Beacon Lesson Plan Library
Examining Estimation
Denise Simonson Bay District Schools
Description
Students participate in various activities which help them understand and explain the difference between an estimate and an exact amount.
Objectives
The student understands the relative size of whole numbers, commonly used fractions, decimals, and percents.
The student uses and justifies different estimation strategies in a realworld problem situation and determines the reasonableness of results of calculations in a given problem situation.
Materials
Number Lines
Dice
Internet access (for online student lesson Just About)
Assorted boxes and jars of miscellaneous items
Fish Bowl with 2 sets of numbers from 09
Math Practice Worksheet such as (Silver Burdett Ginn #P15, or a related estimation page)
Math Paragraphs (example provided in procedures)
Preparations
1.Gather materials
2.Check the Internet stations to verify connectivity
3.Copy student worksheets to practice estimation
4.Write math paragraphs and related questions
Procedures
INTRODUCTION
1. Pair students. Each student rolls the dice and writes a two digit number. Explain to the students that their numbers will only range between 1166.
2. Students use number lines (previously introduced) to round their numbers to the nearest 10.
3. Students compare how they rounded. (After activity, ask students to tell which rules they used to decide how to round a number.)
4. Give a definition of estimate and explain the difference between estimate and exact. During the discussion, have students use the words more than, almost, and about to describe some items in the classroom.
5. After discussion, ask questions such as: Is $0.23 an exact or estimated number? (exact). Is 34 baseball cards an exact or estimated number? (exact).
GROUP WORK
Divide students into five groups for center work. Rotate groups every ten minutes.
Center #1  Students work at the computers to complete the online student lesson Just About available from the Beacon Learning Center.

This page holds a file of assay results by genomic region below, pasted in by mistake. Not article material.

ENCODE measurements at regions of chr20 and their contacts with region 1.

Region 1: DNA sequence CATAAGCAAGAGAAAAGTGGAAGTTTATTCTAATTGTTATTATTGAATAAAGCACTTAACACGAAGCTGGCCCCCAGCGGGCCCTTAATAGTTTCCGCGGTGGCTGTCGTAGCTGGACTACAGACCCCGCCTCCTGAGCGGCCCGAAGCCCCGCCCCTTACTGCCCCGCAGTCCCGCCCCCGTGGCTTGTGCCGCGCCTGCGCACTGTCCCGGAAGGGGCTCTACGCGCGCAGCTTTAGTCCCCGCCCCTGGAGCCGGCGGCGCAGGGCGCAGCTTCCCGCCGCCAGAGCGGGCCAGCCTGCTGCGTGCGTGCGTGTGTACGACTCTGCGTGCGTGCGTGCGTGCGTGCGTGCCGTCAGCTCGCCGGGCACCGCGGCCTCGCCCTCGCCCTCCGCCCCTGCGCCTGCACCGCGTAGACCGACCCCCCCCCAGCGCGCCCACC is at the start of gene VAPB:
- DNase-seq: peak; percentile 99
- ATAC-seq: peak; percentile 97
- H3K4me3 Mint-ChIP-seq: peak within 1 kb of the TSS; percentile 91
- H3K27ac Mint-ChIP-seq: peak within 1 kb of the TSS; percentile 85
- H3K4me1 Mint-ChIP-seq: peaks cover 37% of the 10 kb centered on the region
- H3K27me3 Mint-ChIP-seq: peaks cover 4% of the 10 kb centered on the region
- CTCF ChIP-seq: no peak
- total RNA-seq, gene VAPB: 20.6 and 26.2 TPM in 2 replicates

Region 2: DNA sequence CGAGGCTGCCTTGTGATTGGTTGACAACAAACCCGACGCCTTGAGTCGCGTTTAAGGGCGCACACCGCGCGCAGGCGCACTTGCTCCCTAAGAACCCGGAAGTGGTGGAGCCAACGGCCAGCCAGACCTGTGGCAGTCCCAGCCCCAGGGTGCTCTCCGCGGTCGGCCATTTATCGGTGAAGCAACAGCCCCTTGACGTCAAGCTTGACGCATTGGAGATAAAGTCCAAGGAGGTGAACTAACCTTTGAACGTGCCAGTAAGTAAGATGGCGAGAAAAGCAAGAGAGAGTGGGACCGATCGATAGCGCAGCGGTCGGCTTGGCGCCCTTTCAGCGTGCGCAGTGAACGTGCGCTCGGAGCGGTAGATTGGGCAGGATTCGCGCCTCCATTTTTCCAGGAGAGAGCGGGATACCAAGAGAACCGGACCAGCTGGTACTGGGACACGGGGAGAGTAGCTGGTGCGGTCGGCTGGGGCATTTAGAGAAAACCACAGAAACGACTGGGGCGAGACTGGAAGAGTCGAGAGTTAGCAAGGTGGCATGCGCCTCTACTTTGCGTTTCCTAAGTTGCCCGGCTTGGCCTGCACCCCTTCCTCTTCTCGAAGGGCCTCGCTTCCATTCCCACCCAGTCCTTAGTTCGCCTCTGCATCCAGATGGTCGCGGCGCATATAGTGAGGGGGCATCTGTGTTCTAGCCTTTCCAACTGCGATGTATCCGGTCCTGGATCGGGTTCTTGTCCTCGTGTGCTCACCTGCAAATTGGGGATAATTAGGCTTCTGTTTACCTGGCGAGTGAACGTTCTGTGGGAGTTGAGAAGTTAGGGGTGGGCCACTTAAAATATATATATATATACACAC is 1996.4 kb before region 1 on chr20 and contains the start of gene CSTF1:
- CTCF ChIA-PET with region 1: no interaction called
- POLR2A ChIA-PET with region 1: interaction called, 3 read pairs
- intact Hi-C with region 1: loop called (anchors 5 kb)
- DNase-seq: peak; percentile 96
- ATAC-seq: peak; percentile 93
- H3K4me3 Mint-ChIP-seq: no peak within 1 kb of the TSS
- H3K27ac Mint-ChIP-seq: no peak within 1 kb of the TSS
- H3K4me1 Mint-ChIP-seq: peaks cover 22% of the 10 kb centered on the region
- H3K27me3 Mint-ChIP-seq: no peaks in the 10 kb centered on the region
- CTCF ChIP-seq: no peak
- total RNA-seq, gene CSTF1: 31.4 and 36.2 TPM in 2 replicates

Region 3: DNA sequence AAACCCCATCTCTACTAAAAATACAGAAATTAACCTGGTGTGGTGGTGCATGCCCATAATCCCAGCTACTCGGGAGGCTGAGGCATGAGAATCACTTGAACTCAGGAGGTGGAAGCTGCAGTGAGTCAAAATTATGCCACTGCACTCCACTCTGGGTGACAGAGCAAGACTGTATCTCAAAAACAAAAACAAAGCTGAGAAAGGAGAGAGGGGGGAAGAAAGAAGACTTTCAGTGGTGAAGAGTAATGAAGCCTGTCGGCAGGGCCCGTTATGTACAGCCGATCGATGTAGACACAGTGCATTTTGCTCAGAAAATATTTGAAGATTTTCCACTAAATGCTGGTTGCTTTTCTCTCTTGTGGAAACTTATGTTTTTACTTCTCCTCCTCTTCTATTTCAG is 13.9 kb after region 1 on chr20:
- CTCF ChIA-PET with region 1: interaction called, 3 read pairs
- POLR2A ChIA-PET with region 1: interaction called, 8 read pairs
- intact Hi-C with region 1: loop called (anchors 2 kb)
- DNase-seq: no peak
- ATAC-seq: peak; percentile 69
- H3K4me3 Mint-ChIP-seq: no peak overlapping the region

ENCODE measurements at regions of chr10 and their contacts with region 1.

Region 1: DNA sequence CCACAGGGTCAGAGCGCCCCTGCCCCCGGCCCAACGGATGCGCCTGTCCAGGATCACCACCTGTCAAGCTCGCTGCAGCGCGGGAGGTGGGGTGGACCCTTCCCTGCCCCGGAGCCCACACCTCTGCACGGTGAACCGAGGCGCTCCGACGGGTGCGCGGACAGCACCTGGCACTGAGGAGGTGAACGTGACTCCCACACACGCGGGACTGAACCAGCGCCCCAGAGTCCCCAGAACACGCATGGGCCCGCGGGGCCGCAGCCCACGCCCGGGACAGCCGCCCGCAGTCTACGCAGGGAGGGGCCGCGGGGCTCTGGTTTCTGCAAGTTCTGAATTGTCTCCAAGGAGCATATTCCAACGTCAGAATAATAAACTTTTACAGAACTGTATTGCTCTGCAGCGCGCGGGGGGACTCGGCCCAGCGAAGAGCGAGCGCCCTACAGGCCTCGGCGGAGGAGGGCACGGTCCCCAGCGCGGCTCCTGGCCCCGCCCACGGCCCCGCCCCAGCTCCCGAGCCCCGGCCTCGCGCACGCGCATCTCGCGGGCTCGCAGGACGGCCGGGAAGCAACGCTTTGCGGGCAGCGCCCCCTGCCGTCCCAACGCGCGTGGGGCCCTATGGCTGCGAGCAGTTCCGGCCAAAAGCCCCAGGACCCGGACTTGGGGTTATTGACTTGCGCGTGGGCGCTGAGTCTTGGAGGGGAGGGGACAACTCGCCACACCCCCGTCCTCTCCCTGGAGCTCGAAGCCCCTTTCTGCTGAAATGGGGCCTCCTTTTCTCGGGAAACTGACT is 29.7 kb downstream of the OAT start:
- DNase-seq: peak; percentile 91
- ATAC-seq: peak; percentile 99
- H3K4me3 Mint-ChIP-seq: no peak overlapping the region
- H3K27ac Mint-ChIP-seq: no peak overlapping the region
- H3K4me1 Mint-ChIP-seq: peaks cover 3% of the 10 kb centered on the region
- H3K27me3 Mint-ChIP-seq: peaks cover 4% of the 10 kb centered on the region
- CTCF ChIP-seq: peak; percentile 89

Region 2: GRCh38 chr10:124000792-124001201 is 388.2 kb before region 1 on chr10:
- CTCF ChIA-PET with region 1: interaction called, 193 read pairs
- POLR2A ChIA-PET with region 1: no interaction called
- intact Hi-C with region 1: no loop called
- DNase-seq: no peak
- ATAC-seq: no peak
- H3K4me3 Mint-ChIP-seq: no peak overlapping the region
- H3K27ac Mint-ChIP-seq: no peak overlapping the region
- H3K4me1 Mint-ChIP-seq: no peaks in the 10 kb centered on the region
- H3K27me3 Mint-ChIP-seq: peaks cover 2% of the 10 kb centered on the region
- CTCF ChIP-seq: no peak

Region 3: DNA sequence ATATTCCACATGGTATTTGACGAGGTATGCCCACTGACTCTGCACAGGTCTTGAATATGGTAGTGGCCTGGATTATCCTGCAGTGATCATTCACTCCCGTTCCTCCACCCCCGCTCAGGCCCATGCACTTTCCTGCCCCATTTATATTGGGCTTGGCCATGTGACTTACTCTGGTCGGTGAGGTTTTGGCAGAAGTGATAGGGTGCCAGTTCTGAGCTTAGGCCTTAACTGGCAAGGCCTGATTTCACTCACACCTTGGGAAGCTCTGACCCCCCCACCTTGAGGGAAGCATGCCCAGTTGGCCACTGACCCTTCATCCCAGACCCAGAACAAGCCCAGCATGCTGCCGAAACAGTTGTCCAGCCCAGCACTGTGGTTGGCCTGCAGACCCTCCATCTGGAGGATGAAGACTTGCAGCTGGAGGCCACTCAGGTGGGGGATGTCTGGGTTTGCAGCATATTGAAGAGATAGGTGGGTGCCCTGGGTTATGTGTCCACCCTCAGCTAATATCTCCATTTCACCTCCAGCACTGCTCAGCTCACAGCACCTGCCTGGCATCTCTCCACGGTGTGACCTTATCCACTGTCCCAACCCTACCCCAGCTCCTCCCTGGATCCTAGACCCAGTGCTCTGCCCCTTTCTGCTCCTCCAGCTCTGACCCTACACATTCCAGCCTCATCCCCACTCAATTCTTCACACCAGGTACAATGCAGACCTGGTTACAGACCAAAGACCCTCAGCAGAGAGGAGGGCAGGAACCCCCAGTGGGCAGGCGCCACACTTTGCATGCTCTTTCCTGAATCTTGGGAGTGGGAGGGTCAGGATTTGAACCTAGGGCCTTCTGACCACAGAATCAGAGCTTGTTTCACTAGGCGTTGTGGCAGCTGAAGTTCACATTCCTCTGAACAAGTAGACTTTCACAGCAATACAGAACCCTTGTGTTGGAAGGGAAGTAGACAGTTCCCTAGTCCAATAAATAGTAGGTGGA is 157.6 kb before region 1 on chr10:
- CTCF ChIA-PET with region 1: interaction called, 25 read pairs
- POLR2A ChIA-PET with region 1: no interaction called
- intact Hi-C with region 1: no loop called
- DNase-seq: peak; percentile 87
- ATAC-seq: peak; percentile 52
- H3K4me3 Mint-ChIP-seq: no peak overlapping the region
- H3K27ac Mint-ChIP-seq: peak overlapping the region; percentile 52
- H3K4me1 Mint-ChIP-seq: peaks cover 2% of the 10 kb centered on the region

Center #2  Students estimate the number of items contained in assorted boxes and jars.
Center #3  Students draw numbers from a fish bowl to create two digit numbers. Using a number line, students round their numbers to the nearest 10.
Center #4  Students complete Math Practice (P15)  Silver Burdett Ginn Math Series, or a related practice page. When finished, students check their answers together.
Center #5  Students read Math Paragraphs and answer multiple choice questions about the paragraph. See example below:
Daniel's dad gave him almost 200 baseball cards. His mom gave him exactly 30 basketball cards and 20 baseball cards. His granddad gave him about 75 very old football cards.
1. Which word helps you know that 200 baseball cards is an estimate?
a. gave
b. baseball
c. almost
2. Which word helps you know that 75 very old football cards is an estimate?
a. gave
b. about
c. football
3. Which sentence below tells how many basketball cards Daniel received from his mom?
a. Daniel received exactly 30 basketball cards.
b. Daniel received almost 30 basketball cards.
c. Daniel received less than 30 basketball cards.
WRAPUP
1. Ask students to give definitions and examples for estimate and exact. Ask this question: Mary received $2.00 as change from a purchase at ToysRUs. Is this an exact or estimated number? (exact).
2. In their math journal, have students explain the difference between estimate and exact and list at least three ways to recognize estimated numbers.
Assessments
1.Observe student participation, listening for students' justifications of different estimation strategies and their understandings of the relative size of whole numbers as evidenced in their roundings.
(A checklist may be used to keep documentation of student responses, or a chart may be generated as students tell which rules they used to decide how to round a number as mentioned in step #3 of the introduction.)
2. Review students' math journal entries to see that they have a) accurately explained the difference between estimates and exact numbers, and b) listed at least 3 ways to recognize estimated numbersie, the presence of key words such as more than, almost, about.
3. Have students selfassess and selfcheck completed estimation practice pages (Silver Burdett Ginn #P15) until work is correct. Students should then pick one problem and explain how they solved it and/or explain how they can use estimation in realworld situations.